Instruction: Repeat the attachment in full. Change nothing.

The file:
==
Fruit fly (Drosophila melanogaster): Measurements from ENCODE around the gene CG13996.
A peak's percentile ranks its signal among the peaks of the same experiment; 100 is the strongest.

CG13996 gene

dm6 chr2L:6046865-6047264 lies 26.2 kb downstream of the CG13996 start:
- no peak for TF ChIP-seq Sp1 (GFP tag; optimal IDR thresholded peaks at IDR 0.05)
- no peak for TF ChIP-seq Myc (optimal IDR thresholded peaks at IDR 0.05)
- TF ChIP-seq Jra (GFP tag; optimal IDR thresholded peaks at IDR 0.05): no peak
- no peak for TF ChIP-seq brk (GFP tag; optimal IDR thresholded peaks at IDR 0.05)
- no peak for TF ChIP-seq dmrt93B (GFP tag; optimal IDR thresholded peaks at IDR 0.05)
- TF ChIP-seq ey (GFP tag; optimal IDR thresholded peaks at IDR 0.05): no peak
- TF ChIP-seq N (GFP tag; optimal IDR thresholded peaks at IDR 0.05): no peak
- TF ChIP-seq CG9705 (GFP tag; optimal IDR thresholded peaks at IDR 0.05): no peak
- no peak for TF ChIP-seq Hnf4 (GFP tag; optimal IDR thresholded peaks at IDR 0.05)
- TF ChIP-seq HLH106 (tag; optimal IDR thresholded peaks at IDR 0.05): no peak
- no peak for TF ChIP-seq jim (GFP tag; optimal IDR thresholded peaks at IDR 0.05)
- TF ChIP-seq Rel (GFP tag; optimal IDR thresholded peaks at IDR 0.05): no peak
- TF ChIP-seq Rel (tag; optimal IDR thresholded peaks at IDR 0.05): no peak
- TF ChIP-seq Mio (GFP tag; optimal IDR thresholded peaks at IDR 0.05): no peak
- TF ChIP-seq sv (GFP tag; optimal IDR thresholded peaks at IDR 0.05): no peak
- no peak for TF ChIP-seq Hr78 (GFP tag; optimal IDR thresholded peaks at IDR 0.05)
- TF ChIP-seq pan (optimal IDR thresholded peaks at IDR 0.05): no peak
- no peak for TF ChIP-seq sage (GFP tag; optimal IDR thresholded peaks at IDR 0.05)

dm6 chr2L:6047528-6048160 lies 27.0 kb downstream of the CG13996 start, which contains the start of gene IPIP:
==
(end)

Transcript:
Fruit fly (Drosophila melanogaster): Measurements from ENCODE around the gene CG13996.
A peak's percentile ranks its signal among the peaks of the same experiment; 100 is the strongest.

CG13996 gene

dm6 chr2L:6046865-6047264 lies 26.2 kb downstream of the CG13996 start:
- no peak for TF ChIP-seq Sp1 (GFP tag; optimal IDR thresholded peaks at IDR 0.05)
- no peak for TF ChIP-seq Myc (optimal IDR thresholded peaks at IDR 0.05)
- TF ChIP-seq Jra (GFP tag; optimal IDR thresholded peaks at IDR 0.05): no peak
- no peak for TF ChIP-seq brk (GFP tag; optimal IDR thresholded peaks at IDR 0.05)
- no peak for TF ChIP-seq dmrt93B (GFP tag; optimal IDR thresholded peaks at IDR 0.05)
- TF ChIP-seq ey (GFP tag; optimal IDR thresholded peaks at IDR 0.05): no peak
- TF ChIP-seq N (GFP tag; optimal IDR thresholded peaks at IDR 0.05): no peak
- TF ChIP-seq CG9705 (GFP tag; optimal IDR thresholded peaks at IDR 0.05): no peak
- no peak for TF ChIP-seq Hnf4 (GFP tag; optimal IDR thresholded peaks at IDR 0.05)
- TF ChIP-seq HLH106 (tag; optimal IDR thresholded peaks at IDR 0.05): no peak
- no peak for TF ChIP-seq jim (GFP tag; optimal IDR thresholded peaks at IDR 0.05)
- TF ChIP-seq Rel (GFP tag; optimal IDR thresholded peaks at IDR 0.05): no peak
- TF ChIP-seq Rel (tag; optimal IDR thresholded peaks at IDR 0.05): no peak
- TF ChIP-seq Mio (GFP tag; optimal IDR thresholded peaks at IDR 0.05): no peak
- TF ChIP-seq sv (GFP tag; optimal IDR thresholded peaks at IDR 0.05): no peak
- no peak for TF ChIP-seq Hr78 (GFP tag; optimal IDR thresholded peaks at IDR 0.05)
- TF ChIP-seq pan (optimal IDR thresholded peaks at IDR 0.05): no peak
- no peak for TF ChIP-seq sage (GFP tag; optimal IDR thresholded peaks at IDR 0.05)

dm6 chr2L:6047528-6048160 lies 27.0 kb downstream of the CG13996 start, which contains the start of gene IPIP: